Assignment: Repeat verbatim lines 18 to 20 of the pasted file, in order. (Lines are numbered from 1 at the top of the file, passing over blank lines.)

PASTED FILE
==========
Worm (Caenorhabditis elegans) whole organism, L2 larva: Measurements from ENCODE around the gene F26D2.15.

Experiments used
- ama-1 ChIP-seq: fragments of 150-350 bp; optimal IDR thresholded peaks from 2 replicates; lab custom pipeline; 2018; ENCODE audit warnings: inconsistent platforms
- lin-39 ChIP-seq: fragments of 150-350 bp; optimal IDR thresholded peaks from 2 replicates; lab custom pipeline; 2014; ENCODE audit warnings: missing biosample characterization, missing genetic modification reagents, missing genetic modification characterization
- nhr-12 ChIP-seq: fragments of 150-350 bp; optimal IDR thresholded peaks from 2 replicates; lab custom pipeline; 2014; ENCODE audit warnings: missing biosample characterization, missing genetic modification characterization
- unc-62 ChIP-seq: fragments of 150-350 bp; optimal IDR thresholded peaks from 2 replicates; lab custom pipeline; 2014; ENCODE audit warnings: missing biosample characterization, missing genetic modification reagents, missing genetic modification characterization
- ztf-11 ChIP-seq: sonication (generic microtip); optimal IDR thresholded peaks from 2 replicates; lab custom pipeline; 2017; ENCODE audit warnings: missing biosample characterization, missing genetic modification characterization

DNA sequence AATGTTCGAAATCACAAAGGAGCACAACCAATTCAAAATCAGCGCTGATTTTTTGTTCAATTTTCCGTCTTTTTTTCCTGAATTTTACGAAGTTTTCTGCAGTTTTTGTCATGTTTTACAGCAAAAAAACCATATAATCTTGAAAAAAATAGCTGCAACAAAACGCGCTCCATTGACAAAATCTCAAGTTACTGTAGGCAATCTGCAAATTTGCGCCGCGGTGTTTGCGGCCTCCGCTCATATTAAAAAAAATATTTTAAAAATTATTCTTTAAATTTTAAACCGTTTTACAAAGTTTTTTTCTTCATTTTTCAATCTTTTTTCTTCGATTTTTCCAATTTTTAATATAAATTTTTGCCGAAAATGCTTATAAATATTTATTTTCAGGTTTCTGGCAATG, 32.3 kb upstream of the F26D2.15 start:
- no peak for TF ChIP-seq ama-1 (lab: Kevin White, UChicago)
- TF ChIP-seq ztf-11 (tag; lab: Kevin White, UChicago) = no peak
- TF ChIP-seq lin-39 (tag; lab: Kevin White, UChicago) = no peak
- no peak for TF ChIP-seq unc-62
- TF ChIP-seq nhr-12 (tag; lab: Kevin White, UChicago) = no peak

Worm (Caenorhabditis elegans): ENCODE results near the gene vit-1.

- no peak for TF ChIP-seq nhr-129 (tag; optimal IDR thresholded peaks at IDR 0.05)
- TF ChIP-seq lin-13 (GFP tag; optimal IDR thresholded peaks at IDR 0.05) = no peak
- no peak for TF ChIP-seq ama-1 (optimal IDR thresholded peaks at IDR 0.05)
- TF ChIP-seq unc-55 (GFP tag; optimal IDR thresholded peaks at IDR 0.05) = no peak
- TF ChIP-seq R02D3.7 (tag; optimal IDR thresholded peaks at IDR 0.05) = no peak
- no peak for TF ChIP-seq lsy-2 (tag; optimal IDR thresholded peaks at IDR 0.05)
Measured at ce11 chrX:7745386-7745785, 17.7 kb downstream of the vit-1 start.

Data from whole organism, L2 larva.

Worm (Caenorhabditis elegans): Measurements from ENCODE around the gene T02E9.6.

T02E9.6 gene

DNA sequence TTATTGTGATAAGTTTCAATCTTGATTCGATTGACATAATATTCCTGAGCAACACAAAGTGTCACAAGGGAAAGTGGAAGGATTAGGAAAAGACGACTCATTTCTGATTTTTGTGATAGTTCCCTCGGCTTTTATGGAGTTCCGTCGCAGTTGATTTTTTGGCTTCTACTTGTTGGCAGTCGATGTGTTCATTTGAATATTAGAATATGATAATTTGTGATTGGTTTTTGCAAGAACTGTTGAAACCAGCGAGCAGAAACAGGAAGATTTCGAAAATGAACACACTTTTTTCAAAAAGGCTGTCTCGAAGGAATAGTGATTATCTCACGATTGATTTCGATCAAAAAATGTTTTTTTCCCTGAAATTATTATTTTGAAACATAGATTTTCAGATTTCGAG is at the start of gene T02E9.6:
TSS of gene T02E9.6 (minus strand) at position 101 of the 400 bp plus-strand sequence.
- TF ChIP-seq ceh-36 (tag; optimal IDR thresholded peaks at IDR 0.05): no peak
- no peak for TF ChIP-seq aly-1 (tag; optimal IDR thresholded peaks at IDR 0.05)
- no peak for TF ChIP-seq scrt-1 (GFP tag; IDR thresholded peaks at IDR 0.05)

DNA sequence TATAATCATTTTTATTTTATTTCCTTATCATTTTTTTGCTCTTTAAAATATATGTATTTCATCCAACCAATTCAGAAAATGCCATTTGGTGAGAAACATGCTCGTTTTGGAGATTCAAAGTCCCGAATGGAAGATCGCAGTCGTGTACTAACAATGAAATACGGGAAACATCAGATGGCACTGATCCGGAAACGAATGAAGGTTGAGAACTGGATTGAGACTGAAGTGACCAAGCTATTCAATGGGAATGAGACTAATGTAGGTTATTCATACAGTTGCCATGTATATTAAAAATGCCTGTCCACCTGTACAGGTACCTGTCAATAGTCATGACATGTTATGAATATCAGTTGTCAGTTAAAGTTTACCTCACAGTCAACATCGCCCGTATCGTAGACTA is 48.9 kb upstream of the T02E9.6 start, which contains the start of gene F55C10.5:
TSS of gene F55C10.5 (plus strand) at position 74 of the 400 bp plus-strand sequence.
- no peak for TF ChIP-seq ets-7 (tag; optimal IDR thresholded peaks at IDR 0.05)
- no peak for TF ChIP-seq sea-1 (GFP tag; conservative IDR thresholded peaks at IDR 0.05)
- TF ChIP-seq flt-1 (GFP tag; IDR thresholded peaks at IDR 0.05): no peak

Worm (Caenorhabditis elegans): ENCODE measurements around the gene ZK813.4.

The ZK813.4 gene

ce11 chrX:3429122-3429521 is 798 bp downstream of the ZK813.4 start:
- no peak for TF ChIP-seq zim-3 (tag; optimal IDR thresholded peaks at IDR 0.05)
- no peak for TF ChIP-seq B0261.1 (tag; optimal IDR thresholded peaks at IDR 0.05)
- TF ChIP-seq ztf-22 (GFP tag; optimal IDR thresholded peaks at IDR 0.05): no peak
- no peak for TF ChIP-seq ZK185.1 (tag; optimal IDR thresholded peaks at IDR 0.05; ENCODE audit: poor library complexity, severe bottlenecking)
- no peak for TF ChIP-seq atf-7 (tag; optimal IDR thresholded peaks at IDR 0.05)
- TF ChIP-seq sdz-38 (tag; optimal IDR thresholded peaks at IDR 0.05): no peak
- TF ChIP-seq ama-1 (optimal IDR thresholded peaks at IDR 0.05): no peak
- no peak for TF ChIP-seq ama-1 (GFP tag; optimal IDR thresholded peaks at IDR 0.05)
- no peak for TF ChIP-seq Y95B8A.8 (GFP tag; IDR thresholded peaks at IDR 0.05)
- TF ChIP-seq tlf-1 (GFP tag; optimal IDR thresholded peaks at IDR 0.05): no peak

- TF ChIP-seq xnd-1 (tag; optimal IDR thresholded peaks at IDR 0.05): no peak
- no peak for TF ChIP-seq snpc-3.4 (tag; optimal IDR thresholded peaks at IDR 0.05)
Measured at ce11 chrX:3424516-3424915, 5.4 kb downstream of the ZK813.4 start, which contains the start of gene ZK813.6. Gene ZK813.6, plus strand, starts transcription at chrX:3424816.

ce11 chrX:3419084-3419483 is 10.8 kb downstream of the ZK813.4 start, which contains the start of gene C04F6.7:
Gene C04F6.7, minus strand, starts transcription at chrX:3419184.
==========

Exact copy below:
- TF ChIP-seq unc-55 (GFP tag; optimal IDR thresholded peaks at IDR 0.05) = no peak
- TF ChIP-seq R02D3.7 (tag; optimal IDR thresholded peaks at IDR 0.05) = no peak
- no peak for TF ChIP-seq lsy-2 (tag; optimal IDR thresholded peaks at IDR 0.05)